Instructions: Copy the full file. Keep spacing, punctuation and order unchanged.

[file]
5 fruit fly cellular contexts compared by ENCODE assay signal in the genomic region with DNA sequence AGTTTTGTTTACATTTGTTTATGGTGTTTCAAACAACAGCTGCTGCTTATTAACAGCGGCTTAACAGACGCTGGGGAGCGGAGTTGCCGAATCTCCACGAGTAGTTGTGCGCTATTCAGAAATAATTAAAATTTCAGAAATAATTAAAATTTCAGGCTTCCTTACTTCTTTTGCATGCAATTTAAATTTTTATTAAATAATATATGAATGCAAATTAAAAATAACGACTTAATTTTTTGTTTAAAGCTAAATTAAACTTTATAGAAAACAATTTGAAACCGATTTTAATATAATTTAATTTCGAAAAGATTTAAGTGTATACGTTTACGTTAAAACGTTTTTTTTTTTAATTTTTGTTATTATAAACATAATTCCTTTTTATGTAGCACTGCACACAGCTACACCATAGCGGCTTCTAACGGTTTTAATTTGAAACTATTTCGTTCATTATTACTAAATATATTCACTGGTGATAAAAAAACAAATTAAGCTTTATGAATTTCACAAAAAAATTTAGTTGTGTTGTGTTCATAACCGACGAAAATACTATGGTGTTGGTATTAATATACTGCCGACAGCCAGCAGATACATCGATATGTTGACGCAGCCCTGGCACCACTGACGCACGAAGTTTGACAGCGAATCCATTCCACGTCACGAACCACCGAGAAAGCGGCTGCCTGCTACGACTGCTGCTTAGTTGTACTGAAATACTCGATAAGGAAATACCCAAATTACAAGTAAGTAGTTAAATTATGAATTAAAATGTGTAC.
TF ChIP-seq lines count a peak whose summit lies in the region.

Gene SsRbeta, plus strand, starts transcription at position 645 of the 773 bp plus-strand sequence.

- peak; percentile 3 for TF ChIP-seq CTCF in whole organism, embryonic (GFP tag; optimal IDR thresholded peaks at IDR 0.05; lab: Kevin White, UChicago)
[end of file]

5 fruit fly cellular contexts compared by ENCODE assay signal in the genomic region with DNA sequence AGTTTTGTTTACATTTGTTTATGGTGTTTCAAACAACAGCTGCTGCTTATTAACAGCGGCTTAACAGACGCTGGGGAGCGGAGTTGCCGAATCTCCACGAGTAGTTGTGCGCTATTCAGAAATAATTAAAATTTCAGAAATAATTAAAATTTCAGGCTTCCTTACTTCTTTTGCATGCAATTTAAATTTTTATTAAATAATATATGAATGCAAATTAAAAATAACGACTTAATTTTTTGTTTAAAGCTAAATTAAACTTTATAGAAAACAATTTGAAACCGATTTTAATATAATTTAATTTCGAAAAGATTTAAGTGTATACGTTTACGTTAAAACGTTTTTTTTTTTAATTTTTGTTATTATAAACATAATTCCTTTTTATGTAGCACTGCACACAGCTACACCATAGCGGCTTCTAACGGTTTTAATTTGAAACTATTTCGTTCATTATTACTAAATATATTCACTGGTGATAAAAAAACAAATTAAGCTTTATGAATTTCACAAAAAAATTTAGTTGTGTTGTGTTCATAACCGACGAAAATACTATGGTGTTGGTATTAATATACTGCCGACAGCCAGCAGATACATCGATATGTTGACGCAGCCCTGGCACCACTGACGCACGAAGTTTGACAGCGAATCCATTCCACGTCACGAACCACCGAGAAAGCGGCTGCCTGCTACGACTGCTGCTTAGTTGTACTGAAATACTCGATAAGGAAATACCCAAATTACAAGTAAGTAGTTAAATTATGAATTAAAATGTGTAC.
TF ChIP-seq lines count a peak whose summit lies in the region.

Gene SsRbeta, plus strand, starts transcription at position 645 of the 773 bp plus-strand sequence.

- peak; percentile 3 for TF ChIP-seq CTCF in whole organism, embryonic (GFP tag; optimal IDR thresholded peaks at IDR 0.05; lab: Kevin White, UChicago)